Biology professor Jacquie Van Hoomissen has been selected as the Oregon Academy of Sciences (OAS) Outstanding Educator in Higher Education for 2018. She was cited for her “considerable contributions to life science education at the University of Portland.” She will be presented with the award on Saturday, March 3, at a ceremony at George Fox University.
For more information contact Ami Ahern-Rindell, biology, at firstname.lastname@example.org.
Students in all sections of Ami Ahern-Rindell’s Genetics Lab course presented a Research Poster Symposium on Tuesday, December 8. Posters were presented to fellow students guests including University president Rev. Mark L. Poorman, C.S.C.; Tom Greene, provost; CAS dean Michael Andrews, acting assistant provost Lauretta Frederking, and Dan McGinty, director of the Dundon-Berchtold Institute.
The lab course was designed for students to conduct hypothesis-driven research that serves as part of Ahern-Rindell’s scholarly work on an animal model of GM1-Gangliosidosis, a fatal genetic disorder. Students are engaged in creating new knowledge and learning science by doing science, rather than conducting experiments for which the outcome is already known. The benefits of undergraduate research are made available to more students by incorporating it into the classroom curriculum.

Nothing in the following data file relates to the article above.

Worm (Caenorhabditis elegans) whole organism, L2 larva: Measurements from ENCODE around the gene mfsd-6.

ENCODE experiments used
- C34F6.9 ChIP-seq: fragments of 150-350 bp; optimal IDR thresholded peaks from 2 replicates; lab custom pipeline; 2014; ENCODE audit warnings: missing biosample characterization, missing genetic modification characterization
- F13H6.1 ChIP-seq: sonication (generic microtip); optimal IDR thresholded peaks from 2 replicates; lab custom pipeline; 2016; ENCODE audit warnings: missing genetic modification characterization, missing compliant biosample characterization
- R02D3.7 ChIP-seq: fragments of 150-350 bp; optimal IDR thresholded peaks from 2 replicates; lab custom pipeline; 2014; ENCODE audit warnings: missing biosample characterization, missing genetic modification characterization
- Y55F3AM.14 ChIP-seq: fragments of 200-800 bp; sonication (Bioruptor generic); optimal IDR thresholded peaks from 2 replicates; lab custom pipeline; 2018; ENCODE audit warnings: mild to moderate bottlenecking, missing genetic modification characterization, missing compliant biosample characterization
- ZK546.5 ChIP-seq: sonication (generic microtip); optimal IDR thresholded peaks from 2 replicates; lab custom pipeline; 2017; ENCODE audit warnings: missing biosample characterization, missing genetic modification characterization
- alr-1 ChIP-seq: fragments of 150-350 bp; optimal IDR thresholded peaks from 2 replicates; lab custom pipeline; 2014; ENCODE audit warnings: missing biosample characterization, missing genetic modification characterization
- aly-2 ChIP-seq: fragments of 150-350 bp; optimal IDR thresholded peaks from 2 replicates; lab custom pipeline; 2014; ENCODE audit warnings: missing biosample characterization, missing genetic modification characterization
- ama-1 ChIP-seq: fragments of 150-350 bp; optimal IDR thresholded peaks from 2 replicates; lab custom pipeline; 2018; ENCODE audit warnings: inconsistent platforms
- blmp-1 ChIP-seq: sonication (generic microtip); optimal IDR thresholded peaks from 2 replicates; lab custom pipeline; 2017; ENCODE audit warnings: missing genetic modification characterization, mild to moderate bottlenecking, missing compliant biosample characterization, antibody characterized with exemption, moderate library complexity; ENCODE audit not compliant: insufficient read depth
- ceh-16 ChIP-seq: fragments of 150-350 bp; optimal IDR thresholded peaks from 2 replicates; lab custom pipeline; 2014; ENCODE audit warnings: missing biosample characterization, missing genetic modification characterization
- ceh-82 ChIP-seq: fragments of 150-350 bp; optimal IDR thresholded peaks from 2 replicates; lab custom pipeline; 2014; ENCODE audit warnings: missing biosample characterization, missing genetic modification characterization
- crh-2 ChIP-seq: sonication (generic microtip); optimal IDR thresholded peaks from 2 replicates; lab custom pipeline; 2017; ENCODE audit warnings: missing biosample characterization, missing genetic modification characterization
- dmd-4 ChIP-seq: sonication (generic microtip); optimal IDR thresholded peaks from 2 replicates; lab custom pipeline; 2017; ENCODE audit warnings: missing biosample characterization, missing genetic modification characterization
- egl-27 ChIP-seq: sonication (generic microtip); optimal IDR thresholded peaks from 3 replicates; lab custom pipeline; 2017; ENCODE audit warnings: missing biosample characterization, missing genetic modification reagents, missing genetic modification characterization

Ahern-Rindell received funding for this approach in 1998 from the National Science Foundation and recently contributed a chapter on the design of her Genetics Lab course in a book titled Inquiry-Based Learning for Science, Technology, Engineering, and Math (STEM) Programs: A Conceptual and Practical Resource for Educators.
For more information contact Ahern-Rindell at 7137 or email@example.com.
All students, staff, faculty, and friends are invited to visit the Crab Lab during its open house on Friday, October 3, from noon to 5 p.m., in Swindells 139 and 128, according to Tara Maginnis, biology. With over 500 gallons of saltwater and six species of crabs, there is plenty to explore. Maginnis and her biology research students will be there explaining how the lab works and what kind of research goes on there (and no, they don’t eat the crabs and neither can you).
For more information contact Maginnis at firstname.lastname@example.org.